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Love, like new musicals can be fleeting. And tragic. Broken Wings had a short run this week at the Theatre Royal Haymarket. Semi-staged and with a nine-piece orchestra it was an opportunity to bring to life the concept album. Although given the lacklustre staging and curious lack of drama, listening to the album proves more entertaining.Written by Nadim Naaman and Dana Al Fardan, the piece is based on Lebanese poet Kahlil Gibran’s poetic (and semi-autobiographical) novel. It’s your typical boy meets girl but girl is sold to another influential family.Told through flashbacks we know from the outset that all will not end well. It opens New York City, 1923 where the older Gibran (Nadim Naaman) looks back on two decades to early 1900s Beirut. There the story begins with his return to Beirut after studying in America. As his younger self, Rob Houchen and his soaring tenor vocals are a delight to hear, even if his physical appearance makes it a struggle to see how he grows up looking like N…

Brief transactions: The Cloakroom Attendant @Tristanbates

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The Cloakroom Attendant is a mediation on the ordinary among the extraordinary. It concludes this evening at the Tristan Bates Theatre.Set deep below a prestigious gallery of national importance. In the basement lies the cloakroom. It’s a place where dreams, fashion and items larger than a small bag need to be left. It’s a ritual and an obligation before viewing the masterpieces high above.  And of course being a job in London it’s a role that’s filled by a young European national, Dimitra Barla. Over qualified and over from Greece. Fluent in four languages.  She watches the people and their belongings while contemplating her own life and choices.This solo show brings to life Barla’s experiences working as a cloakroom attendant. She provides a museum-like categorisation and classification of visitors. And along the way she also imagines and reimagines her own life and the artefacts around her.  Alternatively funny and mysterious, objects and artefacts intertwine with her own dreams. Bar…

When in Rome: For Reasons That Remain Unclear @KingsHeadThtr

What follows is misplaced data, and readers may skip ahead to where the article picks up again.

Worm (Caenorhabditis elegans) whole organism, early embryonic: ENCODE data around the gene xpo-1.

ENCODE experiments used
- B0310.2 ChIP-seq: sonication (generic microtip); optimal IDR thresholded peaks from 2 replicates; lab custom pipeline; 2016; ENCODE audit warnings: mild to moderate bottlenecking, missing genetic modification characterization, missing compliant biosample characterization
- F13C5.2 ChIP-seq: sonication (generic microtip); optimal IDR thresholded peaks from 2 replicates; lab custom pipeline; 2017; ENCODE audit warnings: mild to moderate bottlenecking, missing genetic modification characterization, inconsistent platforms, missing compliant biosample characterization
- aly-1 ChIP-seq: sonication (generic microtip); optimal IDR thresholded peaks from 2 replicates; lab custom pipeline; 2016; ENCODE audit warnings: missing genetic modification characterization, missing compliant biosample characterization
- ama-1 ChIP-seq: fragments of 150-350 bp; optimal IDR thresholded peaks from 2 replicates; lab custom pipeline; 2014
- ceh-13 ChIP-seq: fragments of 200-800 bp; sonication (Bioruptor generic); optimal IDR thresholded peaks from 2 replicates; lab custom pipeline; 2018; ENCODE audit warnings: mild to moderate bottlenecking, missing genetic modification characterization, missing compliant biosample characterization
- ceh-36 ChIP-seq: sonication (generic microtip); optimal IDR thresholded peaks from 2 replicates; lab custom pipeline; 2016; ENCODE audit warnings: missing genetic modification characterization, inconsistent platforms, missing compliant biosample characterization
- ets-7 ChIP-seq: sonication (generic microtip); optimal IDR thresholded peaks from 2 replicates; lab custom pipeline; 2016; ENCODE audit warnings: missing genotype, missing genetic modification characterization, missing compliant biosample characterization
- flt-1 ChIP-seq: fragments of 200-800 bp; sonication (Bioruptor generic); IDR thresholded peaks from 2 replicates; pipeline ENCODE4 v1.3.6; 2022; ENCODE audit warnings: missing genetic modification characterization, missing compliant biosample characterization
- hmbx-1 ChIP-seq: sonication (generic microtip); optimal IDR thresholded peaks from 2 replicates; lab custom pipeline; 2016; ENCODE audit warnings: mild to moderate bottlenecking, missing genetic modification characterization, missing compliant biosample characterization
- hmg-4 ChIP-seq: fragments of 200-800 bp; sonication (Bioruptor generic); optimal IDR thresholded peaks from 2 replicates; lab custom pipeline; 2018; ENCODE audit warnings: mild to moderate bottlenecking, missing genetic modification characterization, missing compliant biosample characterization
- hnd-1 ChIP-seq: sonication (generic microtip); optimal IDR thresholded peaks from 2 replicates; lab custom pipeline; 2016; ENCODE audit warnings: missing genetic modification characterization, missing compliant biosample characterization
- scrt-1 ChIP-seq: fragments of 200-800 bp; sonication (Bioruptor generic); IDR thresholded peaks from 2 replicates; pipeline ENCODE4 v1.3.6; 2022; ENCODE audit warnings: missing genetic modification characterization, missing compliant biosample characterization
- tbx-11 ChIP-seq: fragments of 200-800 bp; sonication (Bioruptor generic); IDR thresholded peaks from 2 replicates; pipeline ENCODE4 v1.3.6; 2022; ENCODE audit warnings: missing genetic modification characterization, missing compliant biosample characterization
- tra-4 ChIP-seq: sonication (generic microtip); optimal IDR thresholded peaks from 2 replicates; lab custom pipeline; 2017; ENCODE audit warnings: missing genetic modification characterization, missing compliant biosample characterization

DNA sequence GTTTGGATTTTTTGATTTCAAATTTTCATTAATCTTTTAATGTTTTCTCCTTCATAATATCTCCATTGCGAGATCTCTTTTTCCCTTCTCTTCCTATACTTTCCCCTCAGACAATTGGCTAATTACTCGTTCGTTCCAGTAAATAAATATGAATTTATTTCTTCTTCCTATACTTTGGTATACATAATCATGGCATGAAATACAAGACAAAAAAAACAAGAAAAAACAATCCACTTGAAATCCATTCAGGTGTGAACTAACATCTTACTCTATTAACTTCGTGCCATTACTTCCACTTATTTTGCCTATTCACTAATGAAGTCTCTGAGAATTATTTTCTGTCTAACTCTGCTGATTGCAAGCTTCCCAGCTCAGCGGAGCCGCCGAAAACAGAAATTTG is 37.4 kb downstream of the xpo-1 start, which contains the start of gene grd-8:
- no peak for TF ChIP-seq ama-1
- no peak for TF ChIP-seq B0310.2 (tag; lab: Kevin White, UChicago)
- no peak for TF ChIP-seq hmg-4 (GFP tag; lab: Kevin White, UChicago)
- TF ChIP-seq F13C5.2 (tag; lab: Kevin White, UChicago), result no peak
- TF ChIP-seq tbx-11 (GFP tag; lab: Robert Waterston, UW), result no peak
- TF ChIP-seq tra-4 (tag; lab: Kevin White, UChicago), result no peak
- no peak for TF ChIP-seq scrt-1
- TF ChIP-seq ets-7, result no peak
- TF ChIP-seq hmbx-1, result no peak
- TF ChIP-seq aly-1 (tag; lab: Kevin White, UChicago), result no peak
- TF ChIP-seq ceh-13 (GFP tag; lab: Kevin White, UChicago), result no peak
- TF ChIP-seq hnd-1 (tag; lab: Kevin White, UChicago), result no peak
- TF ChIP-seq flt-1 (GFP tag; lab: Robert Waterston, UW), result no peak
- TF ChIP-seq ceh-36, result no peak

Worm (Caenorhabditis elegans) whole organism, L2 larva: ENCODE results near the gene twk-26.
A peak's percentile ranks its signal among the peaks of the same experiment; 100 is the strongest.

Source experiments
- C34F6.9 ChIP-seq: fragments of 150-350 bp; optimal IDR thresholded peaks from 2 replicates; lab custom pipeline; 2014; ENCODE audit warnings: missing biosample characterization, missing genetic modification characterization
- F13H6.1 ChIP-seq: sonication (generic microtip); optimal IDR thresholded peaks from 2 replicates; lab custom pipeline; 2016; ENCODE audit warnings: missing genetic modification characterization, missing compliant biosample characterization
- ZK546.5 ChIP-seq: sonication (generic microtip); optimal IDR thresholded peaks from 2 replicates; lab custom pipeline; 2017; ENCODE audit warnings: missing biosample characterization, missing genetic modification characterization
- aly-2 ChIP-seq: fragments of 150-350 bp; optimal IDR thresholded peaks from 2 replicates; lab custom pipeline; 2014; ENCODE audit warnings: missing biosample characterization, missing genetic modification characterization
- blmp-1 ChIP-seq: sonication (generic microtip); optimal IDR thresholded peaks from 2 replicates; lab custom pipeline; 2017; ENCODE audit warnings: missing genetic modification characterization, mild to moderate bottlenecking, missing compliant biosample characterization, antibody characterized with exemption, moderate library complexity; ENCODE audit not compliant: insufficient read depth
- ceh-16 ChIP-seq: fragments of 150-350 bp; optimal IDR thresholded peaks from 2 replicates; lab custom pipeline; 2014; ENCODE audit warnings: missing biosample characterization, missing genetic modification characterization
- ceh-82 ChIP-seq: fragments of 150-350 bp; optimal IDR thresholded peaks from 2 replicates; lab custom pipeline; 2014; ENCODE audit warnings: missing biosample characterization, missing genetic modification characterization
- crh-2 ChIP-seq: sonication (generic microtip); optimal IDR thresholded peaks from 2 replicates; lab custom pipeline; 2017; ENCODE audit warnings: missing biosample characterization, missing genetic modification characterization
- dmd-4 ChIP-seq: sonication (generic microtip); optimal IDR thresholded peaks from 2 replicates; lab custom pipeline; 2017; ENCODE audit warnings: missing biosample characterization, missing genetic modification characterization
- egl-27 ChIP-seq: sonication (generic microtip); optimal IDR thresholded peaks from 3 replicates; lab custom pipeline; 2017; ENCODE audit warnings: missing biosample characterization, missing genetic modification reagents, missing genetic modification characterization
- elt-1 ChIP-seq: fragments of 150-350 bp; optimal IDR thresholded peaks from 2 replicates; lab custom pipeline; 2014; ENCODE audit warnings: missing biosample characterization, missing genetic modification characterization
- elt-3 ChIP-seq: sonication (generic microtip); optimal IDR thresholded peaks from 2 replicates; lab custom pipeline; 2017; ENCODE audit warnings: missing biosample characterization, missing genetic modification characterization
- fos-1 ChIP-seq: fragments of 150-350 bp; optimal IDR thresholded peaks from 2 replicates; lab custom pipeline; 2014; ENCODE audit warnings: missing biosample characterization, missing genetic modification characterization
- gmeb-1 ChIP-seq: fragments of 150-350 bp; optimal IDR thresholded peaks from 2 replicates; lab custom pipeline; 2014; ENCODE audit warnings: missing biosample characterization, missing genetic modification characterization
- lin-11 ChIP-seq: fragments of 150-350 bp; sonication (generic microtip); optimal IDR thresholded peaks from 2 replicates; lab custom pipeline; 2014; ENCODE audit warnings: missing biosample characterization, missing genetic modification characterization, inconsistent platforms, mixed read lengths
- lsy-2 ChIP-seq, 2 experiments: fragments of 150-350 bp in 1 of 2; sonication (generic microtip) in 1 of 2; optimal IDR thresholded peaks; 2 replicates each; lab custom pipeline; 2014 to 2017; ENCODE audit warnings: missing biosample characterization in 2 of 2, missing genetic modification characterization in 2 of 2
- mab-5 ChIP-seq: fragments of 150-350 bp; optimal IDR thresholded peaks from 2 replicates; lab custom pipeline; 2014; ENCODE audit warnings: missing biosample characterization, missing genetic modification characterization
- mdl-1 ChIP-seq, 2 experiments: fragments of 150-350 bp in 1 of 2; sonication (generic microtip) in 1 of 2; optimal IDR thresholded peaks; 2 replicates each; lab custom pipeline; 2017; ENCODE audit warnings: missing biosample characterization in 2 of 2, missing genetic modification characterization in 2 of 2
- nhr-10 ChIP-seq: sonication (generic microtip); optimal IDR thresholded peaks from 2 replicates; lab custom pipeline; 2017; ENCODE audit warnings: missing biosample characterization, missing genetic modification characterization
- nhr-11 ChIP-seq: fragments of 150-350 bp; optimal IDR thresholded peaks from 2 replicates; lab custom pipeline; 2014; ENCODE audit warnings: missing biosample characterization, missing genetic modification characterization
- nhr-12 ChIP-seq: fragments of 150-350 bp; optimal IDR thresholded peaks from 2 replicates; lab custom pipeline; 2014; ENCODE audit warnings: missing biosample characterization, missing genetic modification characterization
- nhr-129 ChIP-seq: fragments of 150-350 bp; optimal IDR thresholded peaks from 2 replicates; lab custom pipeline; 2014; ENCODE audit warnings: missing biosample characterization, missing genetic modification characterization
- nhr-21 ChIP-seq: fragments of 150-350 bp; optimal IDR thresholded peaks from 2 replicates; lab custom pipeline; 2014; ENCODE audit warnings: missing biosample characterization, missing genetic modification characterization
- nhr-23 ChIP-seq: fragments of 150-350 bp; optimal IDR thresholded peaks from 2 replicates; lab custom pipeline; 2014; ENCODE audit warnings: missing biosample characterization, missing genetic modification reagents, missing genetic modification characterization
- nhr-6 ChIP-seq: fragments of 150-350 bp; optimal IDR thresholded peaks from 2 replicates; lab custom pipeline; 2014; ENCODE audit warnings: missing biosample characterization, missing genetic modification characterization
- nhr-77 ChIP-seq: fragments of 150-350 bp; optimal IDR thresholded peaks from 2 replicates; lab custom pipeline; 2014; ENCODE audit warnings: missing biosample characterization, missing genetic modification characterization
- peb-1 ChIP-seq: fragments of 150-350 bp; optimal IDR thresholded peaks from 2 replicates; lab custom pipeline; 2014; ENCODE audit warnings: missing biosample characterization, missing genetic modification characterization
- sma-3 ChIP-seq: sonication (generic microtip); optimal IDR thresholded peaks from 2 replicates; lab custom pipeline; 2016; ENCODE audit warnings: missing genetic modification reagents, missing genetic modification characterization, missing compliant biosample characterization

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A young screenwriter and an older priest walk into a hotel room in Rome. You just know it isn’t going to end well. But part of the suspense in For Reasons That Remain Unclear is you are never certain where things are heading. Mart Crowley’s sexually charged piece keeps you guessing. It’s having its UK premiere at The Kings Head Theatre as part of its Queer Season of theatre.Patrick (Simon Haines) is working for Warner Brothers in Rome living out of a fabulous hotel. He meets Conrad (Corey Petersen) on the street and after a long lunch they head back to Patrick’s hotel. What then ensues is a series of mind games as faith, sexuality and secrets are explored. Conversations about the trivial meander into the personal. Then it builds into something darker. It’s probably every gay priest’s fantasy to get picked up off the street by someone from Hollywood. But if you get past that it’s a rewarding piece, particularly given the performances. Haines and Petersen are terrific. They hold your att…

Game play: Lamplighters @ORLTheatre

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The world of spies as depicted in John Le Carre novels seems to be an unlikely source of amusement. All that drinking, bureaucracy and lying. But in Lamplighters it’s really a backdrop for some inspired improvisation and audience participation. Led by Neil Connolly as the spymaster, he’s living out a childhood dream to play spies... With a bunch of random audience members. It’s an immersive theatre experience. Which means that when you enter The Old Red Lion Theatre you can expect to be part of the entertainment.  But only if you want to.  After he’s finished chatting you up at the start (and sizing you up), there’s a slightly unconvincing mystery to solve, villains to find and stop. And a secret briefcase. And he needs the help of the audience to make it happen. And get laughs.This concept works well in making the ordinary seem hilarious. Assuming there’s always the right balance of weird and adventurous audience members to make the show hilarious every night.  On my night the audience…